- Initial Release Date
- March 18, 1997
- Color Palette
- Max Resolution
- License Status
- Freeware © David Scruton
- MS-DOS, SGI
- David Scruton
Stripsky by David Scruton fades between patterns generated by mirroring small tiles from an input TIFF file. It's output is quite simple, but can be interesting with appropriate input images. The input image is broken up into a grid of 16x16px sections, and one is selected at random for display. Stripsky will then read along a strip of sections, displaying the next seven sections to the right, restarting on the next row if the edge of the grid is reached. After eight sections have been displayed a new random section is selected and the process starts again. Stripsky is freeware, but add-on image packs were available for $10 a piece.
Stripsky started with Dave's interest in corrupted JPEG files...
I discovered that corrupted JPEG files (just edit one with a text editor and add a space or character) produce gorgeous color patterns in some of the errant 8x8 "cells". It only takes a couple of bytes of extra data to throw the rest of the picture into disarray. Much like the MPEG artifacts you see on cable TV if there are line problems.
I then took some of the more colorful patterns, and schlepped them all into a big RGB file (or TIFF on the PC). It is completely uncompressed, as far as I remember.
Stripsky then just goes from cell to cell and interpolates the weird colors it sees from each 8x8 cell, blowing them up to screen size.
...though it had been a while, so he seemed to forget Stripsky used 16x16px tiles, rather than 8x8px ones.
Although Stripsky runs in high resolution modes (1024x768), the patterns it outputs are rather low resolution, only 64x64 units. The 64x64 unit pattern is generated by sampling a random 16x16px tile from an input image, as seen in sample TIFF, and mirroring it in both directions twice.
Using the low resolution tiles enables Stripsky to use 24b input images, even though it only outputs in 8b video modes. The 16x16px tiles contain only 256 pixels, fitting exactly into the 256 palette entries provided by 8b video modes. Such also enabled Stripsky to easily fade from one tile to the next just by manipulating the palette, rather than re-drawing the full screen.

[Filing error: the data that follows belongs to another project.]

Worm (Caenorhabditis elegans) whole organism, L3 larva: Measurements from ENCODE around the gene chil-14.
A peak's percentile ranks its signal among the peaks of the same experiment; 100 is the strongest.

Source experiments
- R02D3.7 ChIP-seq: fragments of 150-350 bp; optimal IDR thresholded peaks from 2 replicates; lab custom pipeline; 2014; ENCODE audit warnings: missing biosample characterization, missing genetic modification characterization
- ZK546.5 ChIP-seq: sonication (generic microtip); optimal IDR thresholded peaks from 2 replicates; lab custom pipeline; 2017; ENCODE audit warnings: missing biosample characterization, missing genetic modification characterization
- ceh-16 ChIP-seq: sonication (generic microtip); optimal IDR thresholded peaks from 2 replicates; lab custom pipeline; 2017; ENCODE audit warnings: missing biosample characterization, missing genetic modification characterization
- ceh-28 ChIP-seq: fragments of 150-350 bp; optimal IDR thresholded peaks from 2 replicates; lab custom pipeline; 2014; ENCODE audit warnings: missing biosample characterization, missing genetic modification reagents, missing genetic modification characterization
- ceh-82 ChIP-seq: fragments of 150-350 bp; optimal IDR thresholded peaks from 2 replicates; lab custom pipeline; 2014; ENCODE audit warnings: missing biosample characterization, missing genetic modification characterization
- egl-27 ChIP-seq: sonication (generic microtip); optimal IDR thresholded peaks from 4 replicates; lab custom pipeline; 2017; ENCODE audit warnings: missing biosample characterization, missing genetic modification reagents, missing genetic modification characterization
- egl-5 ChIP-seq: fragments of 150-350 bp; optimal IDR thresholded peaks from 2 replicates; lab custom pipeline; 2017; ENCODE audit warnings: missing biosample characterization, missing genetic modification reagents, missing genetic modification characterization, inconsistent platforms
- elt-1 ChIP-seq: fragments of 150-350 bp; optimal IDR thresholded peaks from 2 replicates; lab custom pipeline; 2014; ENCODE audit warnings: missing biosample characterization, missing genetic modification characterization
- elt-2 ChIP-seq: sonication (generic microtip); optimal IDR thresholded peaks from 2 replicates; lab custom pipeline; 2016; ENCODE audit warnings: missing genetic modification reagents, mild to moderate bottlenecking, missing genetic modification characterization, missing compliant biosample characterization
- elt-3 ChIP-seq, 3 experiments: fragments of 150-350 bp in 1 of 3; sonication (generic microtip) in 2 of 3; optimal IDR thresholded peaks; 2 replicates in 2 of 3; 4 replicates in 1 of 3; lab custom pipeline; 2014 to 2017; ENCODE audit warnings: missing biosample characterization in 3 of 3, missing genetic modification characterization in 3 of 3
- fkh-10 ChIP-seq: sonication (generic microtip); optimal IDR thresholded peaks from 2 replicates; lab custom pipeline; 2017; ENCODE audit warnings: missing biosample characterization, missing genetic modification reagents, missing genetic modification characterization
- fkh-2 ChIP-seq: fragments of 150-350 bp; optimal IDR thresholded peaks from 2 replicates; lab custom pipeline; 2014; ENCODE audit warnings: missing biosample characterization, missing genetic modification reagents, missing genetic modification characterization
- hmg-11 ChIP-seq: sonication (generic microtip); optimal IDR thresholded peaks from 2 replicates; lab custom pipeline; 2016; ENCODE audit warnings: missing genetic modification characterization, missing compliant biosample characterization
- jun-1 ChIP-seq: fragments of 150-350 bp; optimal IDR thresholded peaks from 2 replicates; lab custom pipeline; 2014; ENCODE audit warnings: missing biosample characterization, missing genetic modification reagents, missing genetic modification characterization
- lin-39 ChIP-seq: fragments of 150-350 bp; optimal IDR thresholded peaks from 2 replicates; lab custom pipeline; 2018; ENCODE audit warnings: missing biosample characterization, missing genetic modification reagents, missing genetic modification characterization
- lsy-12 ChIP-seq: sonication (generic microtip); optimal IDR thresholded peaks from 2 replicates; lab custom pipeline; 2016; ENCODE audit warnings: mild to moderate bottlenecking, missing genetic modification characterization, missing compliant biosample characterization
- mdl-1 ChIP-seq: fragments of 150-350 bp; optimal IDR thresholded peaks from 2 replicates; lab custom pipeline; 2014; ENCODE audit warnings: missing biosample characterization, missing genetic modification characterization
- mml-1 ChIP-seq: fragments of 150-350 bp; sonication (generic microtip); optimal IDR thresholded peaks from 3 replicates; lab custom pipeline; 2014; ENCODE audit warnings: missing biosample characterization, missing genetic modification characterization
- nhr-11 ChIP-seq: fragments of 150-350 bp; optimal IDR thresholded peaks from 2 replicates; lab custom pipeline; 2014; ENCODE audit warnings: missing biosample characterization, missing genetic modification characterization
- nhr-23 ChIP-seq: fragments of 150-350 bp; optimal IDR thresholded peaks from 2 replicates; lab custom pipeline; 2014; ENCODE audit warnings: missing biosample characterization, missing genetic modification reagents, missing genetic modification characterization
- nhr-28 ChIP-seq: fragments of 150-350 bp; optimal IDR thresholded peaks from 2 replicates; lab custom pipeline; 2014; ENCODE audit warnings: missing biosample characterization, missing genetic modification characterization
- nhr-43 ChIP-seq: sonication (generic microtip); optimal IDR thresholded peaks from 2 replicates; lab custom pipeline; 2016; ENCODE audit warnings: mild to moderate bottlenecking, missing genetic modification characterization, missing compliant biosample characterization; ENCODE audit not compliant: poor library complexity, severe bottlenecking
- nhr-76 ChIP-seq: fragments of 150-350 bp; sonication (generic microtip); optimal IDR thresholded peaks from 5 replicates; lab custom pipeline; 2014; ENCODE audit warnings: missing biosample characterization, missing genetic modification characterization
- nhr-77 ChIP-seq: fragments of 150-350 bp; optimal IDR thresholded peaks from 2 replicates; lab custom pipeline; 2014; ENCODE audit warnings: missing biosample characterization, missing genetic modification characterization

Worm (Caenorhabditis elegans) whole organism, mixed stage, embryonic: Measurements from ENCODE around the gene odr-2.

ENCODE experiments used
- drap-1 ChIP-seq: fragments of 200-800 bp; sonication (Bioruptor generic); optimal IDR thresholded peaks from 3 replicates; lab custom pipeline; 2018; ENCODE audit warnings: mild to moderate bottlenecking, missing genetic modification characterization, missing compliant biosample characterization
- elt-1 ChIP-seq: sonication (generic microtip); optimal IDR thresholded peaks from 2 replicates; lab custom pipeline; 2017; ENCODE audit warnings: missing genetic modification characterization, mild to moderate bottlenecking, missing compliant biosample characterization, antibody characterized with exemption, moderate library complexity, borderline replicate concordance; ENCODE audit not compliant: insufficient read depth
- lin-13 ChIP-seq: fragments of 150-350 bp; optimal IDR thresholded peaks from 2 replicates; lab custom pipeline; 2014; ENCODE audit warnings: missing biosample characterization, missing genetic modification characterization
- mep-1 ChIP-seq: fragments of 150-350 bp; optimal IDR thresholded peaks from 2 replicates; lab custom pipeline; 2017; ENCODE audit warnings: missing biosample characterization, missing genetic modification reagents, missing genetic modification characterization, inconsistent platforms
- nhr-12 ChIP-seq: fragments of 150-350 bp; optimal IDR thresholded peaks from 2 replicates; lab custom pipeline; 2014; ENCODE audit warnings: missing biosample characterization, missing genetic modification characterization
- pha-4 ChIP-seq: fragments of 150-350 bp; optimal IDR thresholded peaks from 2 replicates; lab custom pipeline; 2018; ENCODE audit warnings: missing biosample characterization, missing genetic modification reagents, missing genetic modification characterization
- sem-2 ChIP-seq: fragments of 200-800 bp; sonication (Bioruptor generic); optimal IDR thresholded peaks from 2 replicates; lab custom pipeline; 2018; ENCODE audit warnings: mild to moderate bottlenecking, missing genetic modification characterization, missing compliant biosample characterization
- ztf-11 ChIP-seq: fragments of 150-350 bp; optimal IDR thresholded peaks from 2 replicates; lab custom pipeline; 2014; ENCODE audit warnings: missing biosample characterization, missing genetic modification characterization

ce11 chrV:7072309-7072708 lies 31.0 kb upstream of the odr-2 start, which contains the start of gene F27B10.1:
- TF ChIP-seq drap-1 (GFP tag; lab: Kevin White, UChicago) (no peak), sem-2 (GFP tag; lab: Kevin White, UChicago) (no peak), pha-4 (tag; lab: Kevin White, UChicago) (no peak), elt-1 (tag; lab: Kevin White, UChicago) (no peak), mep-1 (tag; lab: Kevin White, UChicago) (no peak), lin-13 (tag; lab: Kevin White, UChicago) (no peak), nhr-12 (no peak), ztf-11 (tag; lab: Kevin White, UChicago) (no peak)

If no input image is specified, an image internal to the exe is used. Only uncompressed, 24b TIFF files are supported. Files must be named *.tif or *.tiff, or the internal image will be used instead. Various errors are provided for improper TIFF files, though their exact meaning is unclear some testing shows:
- Error #1: Some non-TIFF files
- Error #2: Empty files, some non-TIFF files
- Error #3: File too large, improper bit depth, compressed
Pressing any key but escape will redisplay the opening logo.
Stripsky (Windows DOSBox edition):
The MS-DOS version compatible with Windows via DOSBox.
Since Stripsky's output is rather low resolution, some configs that use scalers/shaders to add detail are provided:
- Blended: Blends pixels between each texel, softening the image.
- Color Sketch: Renders colored outlines of the texel pattern.
- Scanlines: Adds blended scanlines.
SGI Stripsky once existed but seems to have been lost.
Stripsky Pattern TIFFs:
The additional Stripsky pattern TIFF files offered by Fractallonomy may have been lost. (David Scruton said he'd check his storage unit for an old drive), but here are some alternate, appropriately formatted TIFF files.
Stripsky TIFF Converter:
"%~dp0\convert.exe" -alpha off -depth 8 -colorspace RGB -compress none %1 "%~n1.tif"
Depending on the input image not all the options may be necessary, but they will ensure an image is converted to the appropriate format for Stripsky.